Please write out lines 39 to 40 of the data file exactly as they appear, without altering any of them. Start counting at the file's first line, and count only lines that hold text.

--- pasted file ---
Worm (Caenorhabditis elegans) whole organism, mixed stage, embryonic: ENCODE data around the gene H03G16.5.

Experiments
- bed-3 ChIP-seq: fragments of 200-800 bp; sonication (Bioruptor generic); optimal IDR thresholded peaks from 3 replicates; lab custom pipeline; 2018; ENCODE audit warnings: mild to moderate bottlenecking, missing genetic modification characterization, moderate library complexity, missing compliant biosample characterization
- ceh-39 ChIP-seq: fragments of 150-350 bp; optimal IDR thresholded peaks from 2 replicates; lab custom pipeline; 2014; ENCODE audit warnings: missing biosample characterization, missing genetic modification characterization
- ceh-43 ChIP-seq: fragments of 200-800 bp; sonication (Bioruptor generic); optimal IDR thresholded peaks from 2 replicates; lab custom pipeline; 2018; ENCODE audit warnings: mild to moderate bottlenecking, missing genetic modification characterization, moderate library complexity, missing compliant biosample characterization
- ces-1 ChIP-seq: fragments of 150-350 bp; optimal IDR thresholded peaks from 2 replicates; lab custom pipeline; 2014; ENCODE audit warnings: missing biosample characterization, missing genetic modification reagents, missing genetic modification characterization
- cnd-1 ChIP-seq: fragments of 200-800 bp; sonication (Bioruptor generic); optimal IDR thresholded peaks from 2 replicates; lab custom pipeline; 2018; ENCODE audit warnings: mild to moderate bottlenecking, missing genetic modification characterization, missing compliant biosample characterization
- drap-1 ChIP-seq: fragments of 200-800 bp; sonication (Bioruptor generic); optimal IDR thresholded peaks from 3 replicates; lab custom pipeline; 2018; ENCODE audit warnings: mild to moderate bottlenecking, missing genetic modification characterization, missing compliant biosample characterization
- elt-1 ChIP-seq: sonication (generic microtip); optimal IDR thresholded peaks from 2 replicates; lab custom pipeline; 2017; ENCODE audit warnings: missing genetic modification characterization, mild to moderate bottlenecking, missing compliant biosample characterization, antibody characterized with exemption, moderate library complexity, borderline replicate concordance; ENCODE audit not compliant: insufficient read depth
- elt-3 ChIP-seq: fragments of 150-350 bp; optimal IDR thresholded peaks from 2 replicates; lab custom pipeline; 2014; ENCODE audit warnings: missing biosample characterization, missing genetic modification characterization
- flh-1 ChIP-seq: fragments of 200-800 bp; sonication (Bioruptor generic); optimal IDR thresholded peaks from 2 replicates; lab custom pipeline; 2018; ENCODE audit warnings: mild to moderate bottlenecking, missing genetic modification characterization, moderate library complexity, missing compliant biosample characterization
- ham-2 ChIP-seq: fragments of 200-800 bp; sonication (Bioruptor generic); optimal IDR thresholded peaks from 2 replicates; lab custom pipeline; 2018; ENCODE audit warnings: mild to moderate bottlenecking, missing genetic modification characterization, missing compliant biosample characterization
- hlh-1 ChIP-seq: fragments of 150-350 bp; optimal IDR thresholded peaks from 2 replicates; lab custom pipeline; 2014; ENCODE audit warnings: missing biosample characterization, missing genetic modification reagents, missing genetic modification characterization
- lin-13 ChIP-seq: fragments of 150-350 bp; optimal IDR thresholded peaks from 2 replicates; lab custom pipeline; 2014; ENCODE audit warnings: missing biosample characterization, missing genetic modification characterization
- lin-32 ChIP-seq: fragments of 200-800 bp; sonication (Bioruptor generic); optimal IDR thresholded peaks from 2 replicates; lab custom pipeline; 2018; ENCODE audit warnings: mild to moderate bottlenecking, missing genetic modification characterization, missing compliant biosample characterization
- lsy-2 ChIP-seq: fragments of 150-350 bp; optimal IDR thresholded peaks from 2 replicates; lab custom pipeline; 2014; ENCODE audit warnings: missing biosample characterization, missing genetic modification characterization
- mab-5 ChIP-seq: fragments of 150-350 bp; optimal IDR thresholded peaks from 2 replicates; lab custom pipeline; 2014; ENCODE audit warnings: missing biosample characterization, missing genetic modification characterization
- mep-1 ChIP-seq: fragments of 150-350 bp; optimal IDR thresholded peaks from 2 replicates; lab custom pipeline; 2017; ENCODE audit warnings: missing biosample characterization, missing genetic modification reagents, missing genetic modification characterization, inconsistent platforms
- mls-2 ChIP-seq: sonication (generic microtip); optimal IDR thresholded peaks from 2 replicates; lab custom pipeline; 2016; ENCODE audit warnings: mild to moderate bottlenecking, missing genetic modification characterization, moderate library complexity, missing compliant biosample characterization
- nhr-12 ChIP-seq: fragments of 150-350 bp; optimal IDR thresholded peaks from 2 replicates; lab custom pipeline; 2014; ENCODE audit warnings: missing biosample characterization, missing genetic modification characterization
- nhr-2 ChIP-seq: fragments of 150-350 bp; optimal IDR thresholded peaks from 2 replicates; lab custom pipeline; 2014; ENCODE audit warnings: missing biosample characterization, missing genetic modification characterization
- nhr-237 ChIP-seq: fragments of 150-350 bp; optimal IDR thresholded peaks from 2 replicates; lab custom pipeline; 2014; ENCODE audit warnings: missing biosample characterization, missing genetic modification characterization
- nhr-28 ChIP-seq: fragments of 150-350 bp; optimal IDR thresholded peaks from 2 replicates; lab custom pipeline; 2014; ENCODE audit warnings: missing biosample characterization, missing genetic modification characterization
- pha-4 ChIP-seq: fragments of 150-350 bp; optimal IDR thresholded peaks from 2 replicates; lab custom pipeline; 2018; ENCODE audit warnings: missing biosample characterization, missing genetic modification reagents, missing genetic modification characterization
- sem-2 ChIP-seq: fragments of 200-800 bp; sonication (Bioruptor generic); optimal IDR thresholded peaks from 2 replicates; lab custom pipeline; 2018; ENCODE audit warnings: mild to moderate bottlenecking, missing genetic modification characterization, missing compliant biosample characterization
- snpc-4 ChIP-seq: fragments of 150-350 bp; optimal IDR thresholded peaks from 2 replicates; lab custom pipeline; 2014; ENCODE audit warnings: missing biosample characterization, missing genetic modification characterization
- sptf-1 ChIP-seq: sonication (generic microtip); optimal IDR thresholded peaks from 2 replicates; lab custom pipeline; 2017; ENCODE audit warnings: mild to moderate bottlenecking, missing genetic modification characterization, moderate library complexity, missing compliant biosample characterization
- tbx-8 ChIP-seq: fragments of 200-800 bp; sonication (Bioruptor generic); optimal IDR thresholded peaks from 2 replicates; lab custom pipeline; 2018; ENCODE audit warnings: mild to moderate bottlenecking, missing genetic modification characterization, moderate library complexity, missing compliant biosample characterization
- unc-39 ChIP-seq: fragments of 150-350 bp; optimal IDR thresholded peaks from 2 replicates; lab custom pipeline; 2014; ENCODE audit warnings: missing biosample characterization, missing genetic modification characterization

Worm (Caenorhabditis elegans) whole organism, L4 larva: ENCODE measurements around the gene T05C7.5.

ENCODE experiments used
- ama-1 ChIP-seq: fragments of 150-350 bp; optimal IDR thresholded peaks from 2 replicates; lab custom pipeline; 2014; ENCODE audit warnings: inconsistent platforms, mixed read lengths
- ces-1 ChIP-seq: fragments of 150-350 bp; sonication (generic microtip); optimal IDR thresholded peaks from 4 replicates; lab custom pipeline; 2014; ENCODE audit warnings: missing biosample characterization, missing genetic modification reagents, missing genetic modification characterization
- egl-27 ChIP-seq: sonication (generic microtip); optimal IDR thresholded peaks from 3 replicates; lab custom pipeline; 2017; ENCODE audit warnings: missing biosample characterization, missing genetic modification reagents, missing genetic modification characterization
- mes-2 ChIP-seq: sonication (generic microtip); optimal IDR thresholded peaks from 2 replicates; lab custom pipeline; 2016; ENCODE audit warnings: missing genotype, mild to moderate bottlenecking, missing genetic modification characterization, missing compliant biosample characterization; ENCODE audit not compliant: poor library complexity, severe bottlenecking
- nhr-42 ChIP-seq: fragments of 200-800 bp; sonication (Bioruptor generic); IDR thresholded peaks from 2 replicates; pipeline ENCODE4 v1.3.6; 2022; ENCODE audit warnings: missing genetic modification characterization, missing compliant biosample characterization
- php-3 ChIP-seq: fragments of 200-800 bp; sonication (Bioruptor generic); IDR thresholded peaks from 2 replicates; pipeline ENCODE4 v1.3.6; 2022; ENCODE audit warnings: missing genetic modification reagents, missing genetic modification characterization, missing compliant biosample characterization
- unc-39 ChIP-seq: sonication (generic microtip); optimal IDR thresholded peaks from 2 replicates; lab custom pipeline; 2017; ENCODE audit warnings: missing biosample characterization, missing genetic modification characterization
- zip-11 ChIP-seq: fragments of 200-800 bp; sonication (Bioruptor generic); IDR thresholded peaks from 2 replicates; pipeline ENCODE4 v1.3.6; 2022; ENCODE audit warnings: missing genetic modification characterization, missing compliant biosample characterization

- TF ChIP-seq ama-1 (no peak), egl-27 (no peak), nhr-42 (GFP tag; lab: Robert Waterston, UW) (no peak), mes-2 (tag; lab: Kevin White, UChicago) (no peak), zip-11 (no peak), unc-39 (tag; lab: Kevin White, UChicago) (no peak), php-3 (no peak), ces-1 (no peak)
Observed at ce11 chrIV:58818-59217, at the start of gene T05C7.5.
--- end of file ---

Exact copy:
- zip-11 ChIP-seq: fragments of 200-800 bp; sonication (Bioruptor generic); IDR thresholded peaks from 2 replicates; pipeline ENCODE4 v1.3.6; 2022; ENCODE audit warnings: missing genetic modification characterization, missing compliant biosample characterization

- TF ChIP-seq ama-1 (no peak), egl-27 (no peak), nhr-42 (GFP tag; lab: Robert Waterston, UW) (no peak), mes-2 (tag; lab: Kevin White, UChicago) (no peak), zip-11 (no peak), unc-39 (tag; lab: Kevin White, UChicago) (no peak), php-3 (no peak), ces-1 (no peak)